In the early 1980s, a mass opposition movement once again took to the streets of South Africa to protest apartheid, and hundreds of thousands of people got involved with the international anti-apartheid movement. Music and song played a significant role in both these mobilizations. New songs were sung on the streets of South Africa which symbolised the new militancy. While songs like ‘Free Nelson Mandela’ by the Specials AKA helped inspire young people around the world to get involved in anti-apartheid campaigning.

If some of the songs from the 1960s were mournful laments about the violence of apartheid, and songs from the 1970s sought to encourage a new sense of ‘black consciousness’, in the 1980s many of the most popular freedom songs captured a sense that the Black majority in South Africa were engaged in a ‘people’s war’ against apartheid. Songs celebrated the growing confidence of the movement and the growing ability of Umkhonto we Siswe (MK) to bring the armed struggle to the streets of South Africa. Militant songs developed in the context of training MK guerrillas in the Frontline States of Southern Africa were taken up and sung on streets of South Africa’s Black townships. One such song was E Rile (“13 E Rile” from The Spear of the Nation by Mayibuye. Released: 1978)

Its lyrics promise that “
we shall shoot them with rocket launchers; they shall flee; shoot them with rocket launchers!” Militant songs like this were often sung while people toyi-toyi’d. The toyi-toyi was a rhythmic combination of dance, marching, chanting and song that was introduced to the streets of South Africa from the Zimbabwean liberation struggle (via the MK camps in the frontline states). During the mass uprisings of the 1980s, large crowds of (mostly) young militants toyi-toying on the streets of South Africa became iconic of the mass democratic opposition to apartheid. Music became militarised in this period. 

While many of the songs discussed in this article were sung in isiXhosa or isiZulu, there was one popular freedom song from the 1980s that had English lyrics. Rohilahla Mandela was a simple call and response song. Rohilahla was Nelson Mandela’s birth name.

In isiXhosa it means ‘pulling the branch from a tree’ but is more commonly taken to mean ‘troublemaker’. This song implies a dedication to following Mandela as a leader of the anti-apartheid struggle and a commitment to being a ‘troublemaker’ against the apartheid regime. The lyrics include the following:

Rolihlahla Mandela, freedom is in your hand, show us the way to freedom in our land of Africa! Mandela says, ‘Freedom Now!’ And we say away with slavery in our land of Africa!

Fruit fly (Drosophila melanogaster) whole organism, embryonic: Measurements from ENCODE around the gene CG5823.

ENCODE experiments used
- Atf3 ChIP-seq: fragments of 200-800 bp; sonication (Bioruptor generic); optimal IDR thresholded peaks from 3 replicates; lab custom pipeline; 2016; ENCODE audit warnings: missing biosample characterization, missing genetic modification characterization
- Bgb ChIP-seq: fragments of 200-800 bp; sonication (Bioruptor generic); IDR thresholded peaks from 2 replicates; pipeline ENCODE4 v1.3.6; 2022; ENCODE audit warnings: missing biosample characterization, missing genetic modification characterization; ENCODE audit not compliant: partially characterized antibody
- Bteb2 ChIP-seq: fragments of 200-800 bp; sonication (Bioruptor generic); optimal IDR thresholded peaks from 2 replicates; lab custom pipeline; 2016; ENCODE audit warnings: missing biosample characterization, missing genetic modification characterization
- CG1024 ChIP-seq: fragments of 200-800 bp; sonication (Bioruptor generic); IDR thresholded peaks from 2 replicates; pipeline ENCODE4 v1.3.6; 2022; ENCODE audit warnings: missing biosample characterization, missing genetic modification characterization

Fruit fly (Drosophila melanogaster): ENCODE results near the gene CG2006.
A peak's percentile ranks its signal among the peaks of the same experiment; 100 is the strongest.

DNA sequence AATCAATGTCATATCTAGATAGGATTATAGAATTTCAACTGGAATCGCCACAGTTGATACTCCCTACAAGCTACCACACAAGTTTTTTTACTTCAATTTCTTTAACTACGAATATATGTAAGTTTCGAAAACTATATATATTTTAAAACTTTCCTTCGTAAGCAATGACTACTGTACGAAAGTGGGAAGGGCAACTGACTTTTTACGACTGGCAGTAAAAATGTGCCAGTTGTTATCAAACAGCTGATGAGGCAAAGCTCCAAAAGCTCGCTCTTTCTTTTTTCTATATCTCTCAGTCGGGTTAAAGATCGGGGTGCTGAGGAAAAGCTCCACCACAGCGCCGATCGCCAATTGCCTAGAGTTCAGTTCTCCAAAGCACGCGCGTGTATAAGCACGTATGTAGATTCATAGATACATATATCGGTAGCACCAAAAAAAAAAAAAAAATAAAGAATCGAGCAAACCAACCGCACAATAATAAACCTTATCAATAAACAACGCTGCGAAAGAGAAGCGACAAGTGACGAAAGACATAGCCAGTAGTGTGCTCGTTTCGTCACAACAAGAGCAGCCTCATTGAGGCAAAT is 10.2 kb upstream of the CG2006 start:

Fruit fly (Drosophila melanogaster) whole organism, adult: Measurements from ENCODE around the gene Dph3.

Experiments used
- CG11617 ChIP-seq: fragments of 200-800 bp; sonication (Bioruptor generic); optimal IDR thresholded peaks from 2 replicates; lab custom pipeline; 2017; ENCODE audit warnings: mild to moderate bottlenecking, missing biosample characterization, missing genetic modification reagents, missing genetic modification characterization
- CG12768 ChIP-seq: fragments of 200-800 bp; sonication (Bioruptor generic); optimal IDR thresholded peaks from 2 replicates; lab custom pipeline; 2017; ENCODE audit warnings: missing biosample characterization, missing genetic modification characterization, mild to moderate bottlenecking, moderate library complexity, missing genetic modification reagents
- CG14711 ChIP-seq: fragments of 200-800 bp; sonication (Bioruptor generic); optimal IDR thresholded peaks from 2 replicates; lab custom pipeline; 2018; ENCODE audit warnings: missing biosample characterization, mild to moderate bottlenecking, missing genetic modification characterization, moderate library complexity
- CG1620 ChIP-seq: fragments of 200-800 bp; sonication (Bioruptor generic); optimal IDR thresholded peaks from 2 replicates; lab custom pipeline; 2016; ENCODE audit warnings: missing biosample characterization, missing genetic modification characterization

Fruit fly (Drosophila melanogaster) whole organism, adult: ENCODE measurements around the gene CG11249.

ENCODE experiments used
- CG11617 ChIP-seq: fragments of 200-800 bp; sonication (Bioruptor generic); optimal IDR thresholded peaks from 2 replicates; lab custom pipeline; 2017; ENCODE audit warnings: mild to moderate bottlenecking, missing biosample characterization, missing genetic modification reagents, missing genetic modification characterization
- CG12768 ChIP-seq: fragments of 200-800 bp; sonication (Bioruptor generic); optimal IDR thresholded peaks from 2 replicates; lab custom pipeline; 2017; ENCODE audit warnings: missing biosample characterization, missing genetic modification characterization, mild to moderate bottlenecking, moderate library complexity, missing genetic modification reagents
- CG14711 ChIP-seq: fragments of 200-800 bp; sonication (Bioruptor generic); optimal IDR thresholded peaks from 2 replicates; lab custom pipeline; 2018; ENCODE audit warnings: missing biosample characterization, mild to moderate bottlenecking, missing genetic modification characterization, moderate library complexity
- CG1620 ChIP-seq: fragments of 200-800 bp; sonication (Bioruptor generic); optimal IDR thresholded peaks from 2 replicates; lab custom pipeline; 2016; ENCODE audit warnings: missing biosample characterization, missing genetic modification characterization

The use of songs in the anti-apartheid struggle built on the social role that song, and particularly collective singing, had in Black South African culture. Christian hymns and songs about working life were reworked and repurposed to encourage resistance to apartheid. Songs written by professional musicians also got taken up and adapted by anti-apartheid protesters. These ‘freedom songs’ recorded and responded to key events in the struggle.

They are a valuable archive through which to understand and interpret the history of opposition to apartheid. Different periods of the struggle produced distinct types of songs, which reflected the mood of the movement and its supporters. At times, songs might be sad and poignant, reflecting the violence and repression of the apartheid regime.

At other times, the songs were more militant and reflected the growing confidence of the movement. Singing songs together gave people a sense of power against the odds. When the ANC began to recognise the importance of building ‘cultures of resistance’ as part of their wider strategy, these songs began to be taught to people across the world and became a tool for building international solidarity against apartheid. Sometimes, for British anti-apartheid activists, learning to sing together on public protests changed their sense of how to do politics and what protests could be like. How can you incorporate collective singing into campaigning about the causes you are passionate about?

Artists Against Apartheid

Some of the musicians who supported the Artists Against Apartheid campaign included Hugh Masekela, Maxi Priest, Madness, Big Audio Dynamite and Jerry Dammers, pictured here with Anti-Apartheid Movement (AAM) President Trevor Huddleston. Image copyright : Ifeoma Onyefulu. Courtesy: Anti-Apartheid Movement Archives (pic.8610) .